Disease not detected in latest round of CWD tests for farmed deer herd in Crow Wing County
ST. PAUL, Minn. — Chronic wasting disease was not detected in deer tissue samples from Minnesota’s only currently quarantined farmed deer herd, in Crow Wing County, according to the latest test results involving the herd.
The Minnesota Board of Animal Health quarantined the herd in December 2016 when two white-tailed deer tested positive for CWD. When the herd was quarantined, it consisted of 110 white-tailed deer and 33 mule deer. Samples have been taken from 51 white-tailed deer and five mule deer in the herd to date in 2017; all have been “not detected.”
Despite the continued “CWD not detected” results, the herd remains quarantined and the owner is restricted from moving animals, according to a news release announcing the results Thursday, Nov. 9 by the Board of Animal Health, which added that it will report any additional testing. The owner continues to uphold a herd plan agreement with the board and the USDA, and declined an offer of indemnity to depopulate the entire herd, the release said. Instead, the herd will remain under quarantine until 2021 when it expires.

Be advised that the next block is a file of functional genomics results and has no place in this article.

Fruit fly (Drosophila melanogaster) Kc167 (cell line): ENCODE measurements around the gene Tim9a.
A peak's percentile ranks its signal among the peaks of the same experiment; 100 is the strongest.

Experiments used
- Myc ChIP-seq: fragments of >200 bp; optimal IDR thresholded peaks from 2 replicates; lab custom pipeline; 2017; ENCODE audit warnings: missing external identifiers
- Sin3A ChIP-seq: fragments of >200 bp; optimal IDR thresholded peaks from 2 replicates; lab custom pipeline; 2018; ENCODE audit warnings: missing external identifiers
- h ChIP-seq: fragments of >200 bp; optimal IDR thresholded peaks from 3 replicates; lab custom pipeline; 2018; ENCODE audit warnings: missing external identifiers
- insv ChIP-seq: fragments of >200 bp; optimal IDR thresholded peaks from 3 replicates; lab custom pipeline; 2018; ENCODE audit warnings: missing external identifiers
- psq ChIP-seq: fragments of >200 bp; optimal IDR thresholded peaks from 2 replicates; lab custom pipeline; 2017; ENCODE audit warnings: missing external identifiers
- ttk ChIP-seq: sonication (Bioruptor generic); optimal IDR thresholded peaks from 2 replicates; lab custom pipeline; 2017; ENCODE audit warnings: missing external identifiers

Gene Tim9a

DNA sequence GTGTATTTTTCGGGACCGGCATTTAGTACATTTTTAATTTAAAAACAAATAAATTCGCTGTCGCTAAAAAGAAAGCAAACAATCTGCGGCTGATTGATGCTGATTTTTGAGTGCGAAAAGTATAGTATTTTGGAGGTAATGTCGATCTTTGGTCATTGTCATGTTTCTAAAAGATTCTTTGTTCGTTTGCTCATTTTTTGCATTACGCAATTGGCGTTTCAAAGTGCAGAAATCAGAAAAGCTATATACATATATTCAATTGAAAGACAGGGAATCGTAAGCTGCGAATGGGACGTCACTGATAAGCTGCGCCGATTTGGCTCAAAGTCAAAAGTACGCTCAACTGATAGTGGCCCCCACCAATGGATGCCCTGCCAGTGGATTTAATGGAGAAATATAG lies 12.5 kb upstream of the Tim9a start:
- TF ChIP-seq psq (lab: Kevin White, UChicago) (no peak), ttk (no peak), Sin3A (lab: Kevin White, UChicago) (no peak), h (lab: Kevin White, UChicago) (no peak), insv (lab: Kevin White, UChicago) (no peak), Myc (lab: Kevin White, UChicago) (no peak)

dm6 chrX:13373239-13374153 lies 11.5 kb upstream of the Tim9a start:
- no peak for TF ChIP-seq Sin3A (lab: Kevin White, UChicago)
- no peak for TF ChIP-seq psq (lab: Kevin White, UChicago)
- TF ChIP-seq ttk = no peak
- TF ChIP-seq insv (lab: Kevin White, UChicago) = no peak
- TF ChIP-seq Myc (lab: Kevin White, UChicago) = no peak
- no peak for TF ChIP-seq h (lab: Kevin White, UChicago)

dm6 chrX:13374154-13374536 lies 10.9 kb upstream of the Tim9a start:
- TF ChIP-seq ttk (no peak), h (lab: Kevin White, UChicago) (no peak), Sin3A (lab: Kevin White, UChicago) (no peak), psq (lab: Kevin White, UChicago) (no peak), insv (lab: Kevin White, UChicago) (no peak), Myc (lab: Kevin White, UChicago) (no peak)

“Deer remain on this farm, and as long as we continue receiving ‘CWD not detected’ results, we’ll stick to the herd plan we have with the owner,” said Dr. Linda Glaser, Board of Animal Health assistant director. “We hope to keep this trend going, and obviously 2021 is a long time from now, so the chance of a positive test result remains on our radar. If CWD is detected again in this herd, we will re-examine the herd plan with the owner.”
The Crow Wing County farm owner has made infrastructure improvements since the initial CWD detection in 2016, the release said: The owner installed additional exclusionary fencing to prevent contact between the farmed deer and wild deer. This practice is widely recognized to reduce the risk of disease spread, according to the release.